- Campus copes with holiday grief
- New water plan saves big money
- Campus police offer holiday safety tips
- Alys Stephen Center Screens Walking the Camino: Six Ways to Santiago
- Hospital feeds underprivileged new moms
- UAB’s Alys Stephens Center presents Yo-Yo Ma Dec. 6
- Southern Miss tops Blazers, 62-27, in season ending game
- Henry Panion selected for 2014 Alabama African-American History Calendar
- Enjoy Christmas at the Alys Dec. 2, “The Season’s First Jingle”
- Engineering’s Ning wins ASTM International award
- Collat School of Business unveils sign at celebration
- Heudebert elected master by American College of Physicians
- Anti-aging strategies can improve more than looks
- On campus ‘blackout’ taken in stride
- Bariatric Surgery Services to present annual fashion show Nov. 25
Healthy living under the pressure to be thin
Girls have stressed about their appearances since the beginning of time. From hair and makeup to clothes, we are expected to master each look perfectly. The latest fashion trend seems to include “size 0.” In America, the general measurements for a “size 0” is a 32” bust, a 23” waist, and 34” hips, but the term loosely refers to thin girls. Many women in the media and in television have set the trend by flaunting their skinny, runway-type bodies.
Looking skinny has gripped girls and women across the country. New diets, workout routines, and lifestyle tips to help lose weight reverberate on television and computer screens. Girls trying to lose weight suffer much heat from the media, however. Public opinion tends to depict all models as weight conscious and on the verge of anorexia. Anorexia and bulimia are both eating disorders, but also considered psychological disorders. The medical definition of anorexia is defined as the “obsessive desire to lose weight by refusing to eat.” Moreover, Bulimia is defined as a condition that involves binge-eating, followed by depression, vomiting, and purging. Between 50 to 60 percent of American teenage girls believe that they are overweight, yet only 15 to 20 percent of them actually are. Much controversy surrounds the European modeling industry because of deaths due to eating disorders. French model Isabelle Caro was the face of an anti-anorexia campaign. Weighing only sixty pounds at 5’4”, she suffered from anorexia since the age of 13. Using Caro’s emaciated body, the campaign aimed to shock women across the globe in hopes of preventing anorexia.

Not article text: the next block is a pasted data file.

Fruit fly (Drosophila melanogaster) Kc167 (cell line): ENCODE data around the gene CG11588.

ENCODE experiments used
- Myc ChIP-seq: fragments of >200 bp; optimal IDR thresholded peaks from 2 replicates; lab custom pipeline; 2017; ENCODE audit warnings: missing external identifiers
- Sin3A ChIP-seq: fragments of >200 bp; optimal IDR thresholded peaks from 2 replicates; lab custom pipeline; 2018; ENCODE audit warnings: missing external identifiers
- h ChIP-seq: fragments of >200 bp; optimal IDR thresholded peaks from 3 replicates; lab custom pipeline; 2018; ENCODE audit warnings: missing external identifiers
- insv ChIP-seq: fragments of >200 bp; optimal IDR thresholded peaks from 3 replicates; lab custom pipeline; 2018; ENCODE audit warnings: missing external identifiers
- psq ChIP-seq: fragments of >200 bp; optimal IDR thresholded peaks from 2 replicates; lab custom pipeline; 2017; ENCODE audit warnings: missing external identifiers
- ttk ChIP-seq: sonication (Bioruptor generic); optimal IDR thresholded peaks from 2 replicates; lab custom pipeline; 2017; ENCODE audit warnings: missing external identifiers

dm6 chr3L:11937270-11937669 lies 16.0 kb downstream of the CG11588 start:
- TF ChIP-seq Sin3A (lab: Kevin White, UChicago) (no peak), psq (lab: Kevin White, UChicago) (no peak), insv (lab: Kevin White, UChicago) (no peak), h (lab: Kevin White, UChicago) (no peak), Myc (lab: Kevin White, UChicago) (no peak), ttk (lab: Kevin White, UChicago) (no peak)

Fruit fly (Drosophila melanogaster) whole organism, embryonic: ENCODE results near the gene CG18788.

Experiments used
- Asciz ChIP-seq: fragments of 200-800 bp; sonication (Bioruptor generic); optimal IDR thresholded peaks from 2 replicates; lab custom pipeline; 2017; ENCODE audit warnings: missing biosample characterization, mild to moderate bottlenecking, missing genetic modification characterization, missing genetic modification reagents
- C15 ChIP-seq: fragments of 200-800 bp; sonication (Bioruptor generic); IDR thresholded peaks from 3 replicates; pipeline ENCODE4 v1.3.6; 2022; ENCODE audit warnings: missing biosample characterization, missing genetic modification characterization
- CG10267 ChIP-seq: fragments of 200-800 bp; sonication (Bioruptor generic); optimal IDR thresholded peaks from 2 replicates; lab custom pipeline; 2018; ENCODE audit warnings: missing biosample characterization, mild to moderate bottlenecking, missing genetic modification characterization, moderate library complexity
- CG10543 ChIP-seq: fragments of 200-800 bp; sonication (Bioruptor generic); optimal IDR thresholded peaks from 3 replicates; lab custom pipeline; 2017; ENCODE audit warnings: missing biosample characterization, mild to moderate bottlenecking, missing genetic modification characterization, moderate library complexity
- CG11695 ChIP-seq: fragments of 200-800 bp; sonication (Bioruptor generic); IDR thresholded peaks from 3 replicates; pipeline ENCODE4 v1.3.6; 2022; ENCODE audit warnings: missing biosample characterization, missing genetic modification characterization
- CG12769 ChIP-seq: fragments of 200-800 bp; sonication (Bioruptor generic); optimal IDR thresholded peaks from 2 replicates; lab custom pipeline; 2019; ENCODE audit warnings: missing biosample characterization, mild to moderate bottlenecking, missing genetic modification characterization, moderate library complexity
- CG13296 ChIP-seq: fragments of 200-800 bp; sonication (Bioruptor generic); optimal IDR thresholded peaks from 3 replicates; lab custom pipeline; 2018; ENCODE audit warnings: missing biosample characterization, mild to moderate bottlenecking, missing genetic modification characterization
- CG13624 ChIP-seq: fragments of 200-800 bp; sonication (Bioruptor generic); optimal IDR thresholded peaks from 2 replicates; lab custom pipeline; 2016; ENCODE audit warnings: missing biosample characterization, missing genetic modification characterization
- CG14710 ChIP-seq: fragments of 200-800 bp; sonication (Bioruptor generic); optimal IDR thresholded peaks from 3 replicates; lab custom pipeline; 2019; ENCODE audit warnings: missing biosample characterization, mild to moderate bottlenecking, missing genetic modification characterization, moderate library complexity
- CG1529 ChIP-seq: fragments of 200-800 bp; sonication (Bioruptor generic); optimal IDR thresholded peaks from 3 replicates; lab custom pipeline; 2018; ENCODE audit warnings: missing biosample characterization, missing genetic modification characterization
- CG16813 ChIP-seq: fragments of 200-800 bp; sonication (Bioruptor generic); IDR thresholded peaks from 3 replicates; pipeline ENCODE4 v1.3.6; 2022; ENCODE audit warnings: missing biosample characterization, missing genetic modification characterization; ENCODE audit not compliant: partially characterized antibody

Yet, many women still want a skinny figure. There are, however, many ways to be in shape and look trim that don’t involve starvation, unreasonable diets, or vomiting. Eating is not a sin when it comes to looking trim but what you eat does determine how you look. Cutting down on unnecessary junk food, candy, and sodas limits excess calories. Replacing the oily fast food with a fresh salad and some fruit can make a huge difference as well. Processed foods are also loaded with salts and carbohydrates. Fruits and vegetables are low on calories and high on nutrients, making them a healthy alternative that keeps you full.
Exercise is also a key player in looking good: it results in burned calories and new muscle, a double advantage. Many people have New Year’s resolutions to eat healthier and hit the gym. Even though most people break their resolutions within the first few months, if people who want to be healthier design a routine for food and exercise, they can transform their lifestyle into a healthy one. All this requires is motivation.
Being slim and in shape can be a healthy and happy experience for women of all ages around the world. Eating disorders are self-destructive and only a temporary way to be thin, whereas diet and exercise are sustainable ways for women to be comfortable with their weight and appearance.